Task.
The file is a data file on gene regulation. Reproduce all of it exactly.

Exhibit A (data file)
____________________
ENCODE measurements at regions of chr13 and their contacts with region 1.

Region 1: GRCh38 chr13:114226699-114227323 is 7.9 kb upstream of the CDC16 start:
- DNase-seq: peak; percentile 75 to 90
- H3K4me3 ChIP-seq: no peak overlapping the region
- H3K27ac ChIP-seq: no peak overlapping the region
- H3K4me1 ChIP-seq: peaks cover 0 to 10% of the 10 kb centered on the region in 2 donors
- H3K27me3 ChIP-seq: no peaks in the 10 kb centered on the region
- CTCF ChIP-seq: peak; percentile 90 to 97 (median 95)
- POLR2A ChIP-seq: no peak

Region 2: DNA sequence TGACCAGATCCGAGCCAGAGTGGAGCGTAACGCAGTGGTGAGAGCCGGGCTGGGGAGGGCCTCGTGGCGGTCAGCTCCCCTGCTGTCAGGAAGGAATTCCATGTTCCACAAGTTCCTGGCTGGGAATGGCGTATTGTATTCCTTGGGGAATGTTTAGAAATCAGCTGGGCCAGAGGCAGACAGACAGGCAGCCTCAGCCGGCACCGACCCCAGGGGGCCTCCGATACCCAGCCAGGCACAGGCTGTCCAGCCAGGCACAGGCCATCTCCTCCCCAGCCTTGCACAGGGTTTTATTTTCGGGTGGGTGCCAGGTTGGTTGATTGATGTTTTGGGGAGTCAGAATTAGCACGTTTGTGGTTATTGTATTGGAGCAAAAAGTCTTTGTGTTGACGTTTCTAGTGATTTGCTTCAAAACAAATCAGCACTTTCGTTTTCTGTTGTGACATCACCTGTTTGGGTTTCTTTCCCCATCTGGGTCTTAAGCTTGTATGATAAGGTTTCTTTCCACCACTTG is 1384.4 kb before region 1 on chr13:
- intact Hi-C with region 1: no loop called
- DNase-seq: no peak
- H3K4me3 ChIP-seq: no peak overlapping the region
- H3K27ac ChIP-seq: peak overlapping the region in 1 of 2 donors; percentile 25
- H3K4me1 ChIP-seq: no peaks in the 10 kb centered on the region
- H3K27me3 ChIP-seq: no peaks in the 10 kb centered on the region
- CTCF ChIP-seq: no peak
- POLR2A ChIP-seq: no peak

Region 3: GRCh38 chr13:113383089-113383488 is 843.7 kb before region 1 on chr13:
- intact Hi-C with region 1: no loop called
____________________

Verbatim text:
ENCODE measurements at regions of chr13 and their contacts with region 1.

Region 1: GRCh38 chr13:114226699-114227323 is 7.9 kb upstream of the CDC16 start:
- DNase-seq: peak; percentile 75 to 90
- H3K4me3 ChIP-seq: no peak overlapping the region
- H3K27ac ChIP-seq: no peak overlapping the region
- H3K4me1 ChIP-seq: peaks cover 0 to 10% of the 10 kb centered on the region in 2 donors
- H3K27me3 ChIP-seq: no peaks in the 10 kb centered on the region
- CTCF ChIP-seq: peak; percentile 90 to 97 (median 95)
- POLR2A ChIP-seq: no peak

Region 2: DNA sequence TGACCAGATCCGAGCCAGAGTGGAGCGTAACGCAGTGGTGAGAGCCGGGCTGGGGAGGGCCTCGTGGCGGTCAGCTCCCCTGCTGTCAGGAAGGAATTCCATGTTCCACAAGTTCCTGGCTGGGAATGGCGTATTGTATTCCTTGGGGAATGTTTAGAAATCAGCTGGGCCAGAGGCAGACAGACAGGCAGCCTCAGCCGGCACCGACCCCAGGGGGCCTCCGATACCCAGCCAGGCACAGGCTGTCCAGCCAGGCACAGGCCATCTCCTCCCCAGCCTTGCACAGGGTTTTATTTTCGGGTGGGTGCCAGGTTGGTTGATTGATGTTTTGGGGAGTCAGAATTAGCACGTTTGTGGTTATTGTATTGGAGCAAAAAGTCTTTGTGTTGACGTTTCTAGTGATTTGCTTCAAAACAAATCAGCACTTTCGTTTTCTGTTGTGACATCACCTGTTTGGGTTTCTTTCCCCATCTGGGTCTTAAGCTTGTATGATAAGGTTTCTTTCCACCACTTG is 1384.4 kb before region 1 on chr13:
- intact Hi-C with region 1: no loop called
- DNase-seq: no peak
- H3K4me3 ChIP-seq: no peak overlapping the region
- H3K27ac ChIP-seq: peak overlapping the region in 1 of 2 donors; percentile 25
- H3K4me1 ChIP-seq: no peaks in the 10 kb centered on the region
- H3K27me3 ChIP-seq: no peaks in the 10 kb centered on the region
- CTCF ChIP-seq: no peak
- POLR2A ChIP-seq: no peak

Region 3: GRCh38 chr13:113383089-113383488 is 843.7 kb before region 1 on chr13:
- intact Hi-C with region 1: no loop called